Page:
Land development is a contentious public policy issue in Oregon. Once land is developed, it almost always stays that way, meaning that the loss of land that had previously been providing food, fiber, and forest products is generally irreversible. Private land-use decisions can involve difficult discussions among individuals that may have inherited land and cannot or do not wish to continue a family farm or forest operation, and I do not want to minimize these challenges. From a broader public policy perspective, however, context is important. As we mark an important milestone related to SB 100 and discussions regarding land use and housing supply in Oregon continue to unfold, it is worth keeping in mind we seem to have done quite well from a big-picture land conservation perspective.  

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An overview and recent snapshot of farmland rental in Oregon

The challenges associated with farmland accessibility for new and beginning farmers comes up often in agricultural policy discussions. Renting land is typically seen as a natural first step to securing land access, due to the lower required financial capital costs when compared with a land purchase. In this blog post, I’ll take a look at some of the recent patterns and trends in cash rental rates for Oregon farmland and offer suggestions for how to tailor future data collection efforts to provide more useful information for Oregon’s agricultural stakeholders.

In terms of the overall landscape of Oregon farmland, rented land accounts for a relatively small proportion of all land in farms. Per the most recent data published in the 2017 Census of Agriculture, rented farmland in Oregon accounts for 30% (about 4.7 million acres) of all farmland in the state. This is relatively low compared the national figure, which stands at 39%. The comparatively low rental percentage in Oregon can likely be chalked up to a few things. One is the large amount of grazing (pasture and range) land in the state. If it is not owned by the federal government, grazing land is generally more likely to be owned by the producer using it. There is also a large amount of irrigated cropland in Oregon – roughly 27% of all cropland in the state was irrigated in 2017 – which is also less commonly rented out than non-irrigated cropland due to the capital and maintenance costs associated with irrigation infrastructure.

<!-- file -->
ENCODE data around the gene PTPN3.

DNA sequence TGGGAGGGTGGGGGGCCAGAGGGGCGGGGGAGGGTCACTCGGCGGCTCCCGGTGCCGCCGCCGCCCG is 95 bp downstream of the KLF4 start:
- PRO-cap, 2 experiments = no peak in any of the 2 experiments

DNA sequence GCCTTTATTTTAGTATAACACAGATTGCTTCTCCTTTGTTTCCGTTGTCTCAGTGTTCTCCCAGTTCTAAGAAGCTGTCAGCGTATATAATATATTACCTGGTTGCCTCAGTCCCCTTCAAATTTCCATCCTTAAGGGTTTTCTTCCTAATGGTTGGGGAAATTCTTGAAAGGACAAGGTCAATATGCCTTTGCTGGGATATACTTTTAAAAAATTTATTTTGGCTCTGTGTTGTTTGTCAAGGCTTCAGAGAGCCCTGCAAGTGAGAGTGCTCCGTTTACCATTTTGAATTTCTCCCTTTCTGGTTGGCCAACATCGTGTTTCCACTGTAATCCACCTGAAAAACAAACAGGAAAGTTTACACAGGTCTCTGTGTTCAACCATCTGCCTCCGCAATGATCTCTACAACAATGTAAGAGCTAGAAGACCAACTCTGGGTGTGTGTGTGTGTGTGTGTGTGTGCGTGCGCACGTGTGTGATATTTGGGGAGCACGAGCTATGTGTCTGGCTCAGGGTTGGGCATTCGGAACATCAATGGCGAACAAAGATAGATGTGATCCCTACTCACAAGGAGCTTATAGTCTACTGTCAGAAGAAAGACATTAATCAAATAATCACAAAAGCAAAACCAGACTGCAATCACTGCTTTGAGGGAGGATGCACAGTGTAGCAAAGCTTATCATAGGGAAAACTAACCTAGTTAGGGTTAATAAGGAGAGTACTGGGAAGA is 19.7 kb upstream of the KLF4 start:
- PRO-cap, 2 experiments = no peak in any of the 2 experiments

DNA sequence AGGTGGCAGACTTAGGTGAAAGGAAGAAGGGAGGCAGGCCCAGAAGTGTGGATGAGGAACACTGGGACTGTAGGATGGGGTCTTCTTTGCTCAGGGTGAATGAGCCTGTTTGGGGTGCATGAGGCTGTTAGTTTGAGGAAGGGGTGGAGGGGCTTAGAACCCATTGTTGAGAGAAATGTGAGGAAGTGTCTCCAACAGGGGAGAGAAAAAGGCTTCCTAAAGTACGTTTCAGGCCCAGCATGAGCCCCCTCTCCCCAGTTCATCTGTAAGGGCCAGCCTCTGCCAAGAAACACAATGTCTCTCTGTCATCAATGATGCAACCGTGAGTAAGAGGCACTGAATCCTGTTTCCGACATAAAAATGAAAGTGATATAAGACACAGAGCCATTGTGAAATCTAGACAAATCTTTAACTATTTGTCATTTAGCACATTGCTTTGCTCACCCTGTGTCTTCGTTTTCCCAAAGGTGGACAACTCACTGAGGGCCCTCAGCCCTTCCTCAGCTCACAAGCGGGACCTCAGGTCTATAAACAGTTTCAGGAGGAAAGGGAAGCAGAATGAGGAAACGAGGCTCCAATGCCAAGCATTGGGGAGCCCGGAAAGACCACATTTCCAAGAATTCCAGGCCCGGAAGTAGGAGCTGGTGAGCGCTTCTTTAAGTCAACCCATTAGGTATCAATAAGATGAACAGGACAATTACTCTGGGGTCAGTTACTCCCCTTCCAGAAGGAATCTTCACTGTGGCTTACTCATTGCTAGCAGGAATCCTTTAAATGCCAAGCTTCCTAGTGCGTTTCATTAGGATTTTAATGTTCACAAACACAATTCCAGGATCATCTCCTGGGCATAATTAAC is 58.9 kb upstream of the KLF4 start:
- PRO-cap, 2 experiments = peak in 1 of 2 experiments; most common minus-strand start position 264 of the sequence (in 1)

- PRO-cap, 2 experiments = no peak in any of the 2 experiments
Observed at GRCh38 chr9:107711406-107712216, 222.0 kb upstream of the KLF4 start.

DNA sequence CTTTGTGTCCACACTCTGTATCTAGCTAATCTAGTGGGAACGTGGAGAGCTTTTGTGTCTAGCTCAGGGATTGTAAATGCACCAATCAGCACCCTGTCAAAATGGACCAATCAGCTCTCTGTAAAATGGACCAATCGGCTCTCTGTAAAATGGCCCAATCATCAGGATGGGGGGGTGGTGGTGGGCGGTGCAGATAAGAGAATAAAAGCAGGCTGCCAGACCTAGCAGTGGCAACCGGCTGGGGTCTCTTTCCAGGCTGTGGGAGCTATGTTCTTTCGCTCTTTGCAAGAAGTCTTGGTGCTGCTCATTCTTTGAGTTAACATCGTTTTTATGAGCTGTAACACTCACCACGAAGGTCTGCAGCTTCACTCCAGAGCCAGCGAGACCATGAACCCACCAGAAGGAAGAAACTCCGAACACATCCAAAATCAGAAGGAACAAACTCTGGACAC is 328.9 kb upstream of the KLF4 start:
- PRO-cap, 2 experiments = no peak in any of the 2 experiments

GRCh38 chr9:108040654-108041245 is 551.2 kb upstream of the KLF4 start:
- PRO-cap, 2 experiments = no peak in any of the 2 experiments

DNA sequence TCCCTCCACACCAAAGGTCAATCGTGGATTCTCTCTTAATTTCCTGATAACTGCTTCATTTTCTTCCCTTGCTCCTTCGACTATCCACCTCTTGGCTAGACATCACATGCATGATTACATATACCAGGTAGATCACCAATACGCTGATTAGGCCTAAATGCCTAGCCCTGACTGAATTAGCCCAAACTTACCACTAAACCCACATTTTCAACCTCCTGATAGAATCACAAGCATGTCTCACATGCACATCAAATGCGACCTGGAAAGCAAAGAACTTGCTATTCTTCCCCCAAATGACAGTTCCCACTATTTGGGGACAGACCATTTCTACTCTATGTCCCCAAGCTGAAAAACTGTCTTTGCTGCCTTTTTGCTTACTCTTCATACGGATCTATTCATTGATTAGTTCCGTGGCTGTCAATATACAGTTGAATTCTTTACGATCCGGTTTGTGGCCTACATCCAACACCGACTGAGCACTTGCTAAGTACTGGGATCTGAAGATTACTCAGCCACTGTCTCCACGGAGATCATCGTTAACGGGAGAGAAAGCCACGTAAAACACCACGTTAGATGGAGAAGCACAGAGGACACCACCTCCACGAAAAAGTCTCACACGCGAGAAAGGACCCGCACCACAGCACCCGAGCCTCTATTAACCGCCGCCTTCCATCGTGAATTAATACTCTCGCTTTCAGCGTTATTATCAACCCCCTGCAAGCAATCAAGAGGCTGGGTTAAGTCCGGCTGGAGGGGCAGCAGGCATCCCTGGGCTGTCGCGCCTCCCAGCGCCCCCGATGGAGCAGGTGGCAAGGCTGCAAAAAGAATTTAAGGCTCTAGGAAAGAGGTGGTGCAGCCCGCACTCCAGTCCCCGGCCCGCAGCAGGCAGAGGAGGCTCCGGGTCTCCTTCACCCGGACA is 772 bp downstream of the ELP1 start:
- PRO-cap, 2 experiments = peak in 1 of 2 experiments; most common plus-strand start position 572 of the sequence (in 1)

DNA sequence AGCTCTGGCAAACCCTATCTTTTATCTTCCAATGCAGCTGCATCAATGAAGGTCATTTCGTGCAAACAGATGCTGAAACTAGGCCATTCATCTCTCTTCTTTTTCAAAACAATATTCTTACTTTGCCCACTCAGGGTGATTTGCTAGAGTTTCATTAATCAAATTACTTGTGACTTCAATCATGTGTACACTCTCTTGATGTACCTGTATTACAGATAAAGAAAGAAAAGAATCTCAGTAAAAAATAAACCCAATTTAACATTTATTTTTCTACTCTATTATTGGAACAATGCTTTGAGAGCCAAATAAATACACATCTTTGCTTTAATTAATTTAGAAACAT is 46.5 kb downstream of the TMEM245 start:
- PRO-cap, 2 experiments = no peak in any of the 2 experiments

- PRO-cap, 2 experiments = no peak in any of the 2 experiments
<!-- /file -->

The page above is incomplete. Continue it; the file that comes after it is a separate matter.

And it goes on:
The US Department of Agriculture’s National Agricultural Statistics Service (USDA-NASS) conducts its Cash Rents Survey every summer to collect data on the per-acre rent paid for non-irrigated cropland, irrigated cropland, and pastureland. A unique aspect of this survey is that it provides county-level data on an annual basis. Additionally, at just one and a half pages in length, the survey is very short and less complicated compared to other USDA surveys, which tends to produce a higher response rate. In 2022, 53% of the 3,733 surveyed producers responded to the cash rent survey in Oregon.

The 2022 county-level cash rental rates for Oregon are shown in the table below. For each county, the first number shows the 2022 cash rental rate for that particular type of land (a “-” indicates that no data are available for that county-land type combination) and the number in parentheses is the average value over the previous five years (2017-2022; note that there was no survey in 2018).